Independent oil and gas producer Third Energy has lodged an application for hydraulic fracturing, or fracking, at a shale gas site in northeast England, the third such application being assessed by British authorities.
Britain is estimated to have enough shale gas trapped below its surface to meet its gas needs for decades. But deployment of the fracking technology required to release the gas has been slow because local planning hurdles and protests by environmental campaigners have prevented companies from digging.
Third Energy’s application for fracking at its Kirby Misperton well in north Yorkshire shows shale gas developers are continuing to push for exploration as they try to establish how much of Britain’s shale resources can actually be recovered.
“We know that the gas is present but it is only by actually hydraulically stimulating the rock that we can understand the potential of the gas to flow and the likely volumes that can be produced,” said Third Energy’s Operations Director John Dewar.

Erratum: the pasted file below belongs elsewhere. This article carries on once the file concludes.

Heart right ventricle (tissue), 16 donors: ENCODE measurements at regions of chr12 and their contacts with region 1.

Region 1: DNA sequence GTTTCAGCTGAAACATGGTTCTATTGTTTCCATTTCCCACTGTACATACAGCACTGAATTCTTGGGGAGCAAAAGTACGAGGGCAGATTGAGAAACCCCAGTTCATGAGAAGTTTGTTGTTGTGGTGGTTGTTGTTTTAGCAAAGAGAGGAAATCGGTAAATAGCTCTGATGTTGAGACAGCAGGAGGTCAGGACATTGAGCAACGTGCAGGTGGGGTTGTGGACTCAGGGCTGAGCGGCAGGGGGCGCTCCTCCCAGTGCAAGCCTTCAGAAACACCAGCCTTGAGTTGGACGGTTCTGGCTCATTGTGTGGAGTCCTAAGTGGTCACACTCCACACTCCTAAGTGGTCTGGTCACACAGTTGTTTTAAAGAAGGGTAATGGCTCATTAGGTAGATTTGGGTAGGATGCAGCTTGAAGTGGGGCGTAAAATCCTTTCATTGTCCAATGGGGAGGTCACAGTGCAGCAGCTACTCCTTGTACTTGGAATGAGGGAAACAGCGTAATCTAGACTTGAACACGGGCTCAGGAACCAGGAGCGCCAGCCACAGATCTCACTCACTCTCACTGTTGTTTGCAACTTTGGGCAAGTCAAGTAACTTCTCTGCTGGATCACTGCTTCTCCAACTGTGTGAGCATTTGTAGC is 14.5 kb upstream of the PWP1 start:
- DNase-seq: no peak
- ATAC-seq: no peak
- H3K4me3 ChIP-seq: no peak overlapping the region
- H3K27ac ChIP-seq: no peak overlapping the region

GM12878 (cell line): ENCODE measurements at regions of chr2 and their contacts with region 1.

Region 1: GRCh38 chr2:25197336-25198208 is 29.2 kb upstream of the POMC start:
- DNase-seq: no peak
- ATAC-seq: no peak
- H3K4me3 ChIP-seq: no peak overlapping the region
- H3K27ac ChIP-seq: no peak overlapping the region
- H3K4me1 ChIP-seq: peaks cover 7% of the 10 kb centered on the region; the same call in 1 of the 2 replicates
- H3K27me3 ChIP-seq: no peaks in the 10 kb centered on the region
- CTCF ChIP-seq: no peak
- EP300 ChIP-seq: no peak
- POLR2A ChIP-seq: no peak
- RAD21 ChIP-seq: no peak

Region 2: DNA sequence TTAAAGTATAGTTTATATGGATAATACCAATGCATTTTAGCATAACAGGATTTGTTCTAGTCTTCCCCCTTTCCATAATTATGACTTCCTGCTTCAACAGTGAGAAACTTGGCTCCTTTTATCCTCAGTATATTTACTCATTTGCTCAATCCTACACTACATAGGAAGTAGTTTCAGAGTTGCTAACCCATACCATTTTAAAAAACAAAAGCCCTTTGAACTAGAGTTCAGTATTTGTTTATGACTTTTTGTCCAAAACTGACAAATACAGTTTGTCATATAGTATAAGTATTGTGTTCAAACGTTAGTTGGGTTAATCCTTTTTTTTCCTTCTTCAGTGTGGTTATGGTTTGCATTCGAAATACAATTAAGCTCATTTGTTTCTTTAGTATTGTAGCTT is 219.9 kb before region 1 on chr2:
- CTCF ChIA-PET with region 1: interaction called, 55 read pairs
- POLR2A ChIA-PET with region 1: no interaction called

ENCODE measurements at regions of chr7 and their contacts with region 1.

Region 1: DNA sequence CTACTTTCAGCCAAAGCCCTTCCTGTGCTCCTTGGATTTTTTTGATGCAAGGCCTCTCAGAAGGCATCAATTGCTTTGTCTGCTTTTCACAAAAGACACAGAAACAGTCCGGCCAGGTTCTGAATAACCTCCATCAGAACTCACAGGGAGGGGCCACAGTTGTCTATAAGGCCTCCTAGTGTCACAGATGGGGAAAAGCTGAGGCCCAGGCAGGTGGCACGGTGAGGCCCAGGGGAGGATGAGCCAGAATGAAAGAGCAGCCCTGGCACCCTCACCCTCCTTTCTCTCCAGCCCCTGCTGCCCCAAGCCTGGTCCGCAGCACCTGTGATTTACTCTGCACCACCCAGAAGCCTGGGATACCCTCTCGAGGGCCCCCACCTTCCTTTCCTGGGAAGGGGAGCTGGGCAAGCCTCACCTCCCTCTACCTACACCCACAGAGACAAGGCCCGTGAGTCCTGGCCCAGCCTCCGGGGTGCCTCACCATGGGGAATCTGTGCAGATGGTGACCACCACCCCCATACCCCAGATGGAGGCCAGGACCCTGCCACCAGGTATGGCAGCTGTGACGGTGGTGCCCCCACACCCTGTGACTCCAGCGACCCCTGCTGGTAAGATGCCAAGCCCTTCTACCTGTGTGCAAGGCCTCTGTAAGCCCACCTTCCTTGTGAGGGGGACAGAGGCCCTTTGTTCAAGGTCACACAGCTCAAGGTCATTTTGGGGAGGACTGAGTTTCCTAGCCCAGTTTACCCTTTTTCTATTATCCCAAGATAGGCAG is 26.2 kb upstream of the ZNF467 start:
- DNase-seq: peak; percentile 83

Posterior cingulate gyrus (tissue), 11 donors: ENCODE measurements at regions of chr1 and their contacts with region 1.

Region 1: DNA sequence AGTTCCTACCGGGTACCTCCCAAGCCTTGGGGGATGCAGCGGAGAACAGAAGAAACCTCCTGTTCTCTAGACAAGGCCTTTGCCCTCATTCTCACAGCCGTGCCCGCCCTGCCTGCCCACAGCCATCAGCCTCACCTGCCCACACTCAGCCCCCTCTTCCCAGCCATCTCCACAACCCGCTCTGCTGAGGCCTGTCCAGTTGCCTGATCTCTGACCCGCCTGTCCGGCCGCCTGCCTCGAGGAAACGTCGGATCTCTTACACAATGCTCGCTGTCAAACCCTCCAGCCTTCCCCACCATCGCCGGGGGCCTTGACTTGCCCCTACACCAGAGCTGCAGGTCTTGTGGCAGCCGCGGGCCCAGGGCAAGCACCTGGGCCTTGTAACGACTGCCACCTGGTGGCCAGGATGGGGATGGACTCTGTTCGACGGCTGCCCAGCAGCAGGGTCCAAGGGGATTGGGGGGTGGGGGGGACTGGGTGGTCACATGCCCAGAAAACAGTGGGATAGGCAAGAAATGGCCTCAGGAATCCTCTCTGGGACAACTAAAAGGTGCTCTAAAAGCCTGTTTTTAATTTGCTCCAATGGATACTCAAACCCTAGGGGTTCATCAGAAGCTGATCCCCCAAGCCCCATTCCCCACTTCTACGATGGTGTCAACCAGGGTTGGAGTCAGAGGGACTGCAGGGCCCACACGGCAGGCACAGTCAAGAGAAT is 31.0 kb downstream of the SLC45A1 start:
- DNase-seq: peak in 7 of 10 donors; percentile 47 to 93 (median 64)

The small energy producer said gas extracted during the testing phase would be used to produce electricity at a nearby gas-fired power plant, but if substantial amounts were found the gas would pass through the national grid.
Third Energy’s well is located in the Bowland shale formation that experts estimate contains the bulk of Britain’s shale gas resources.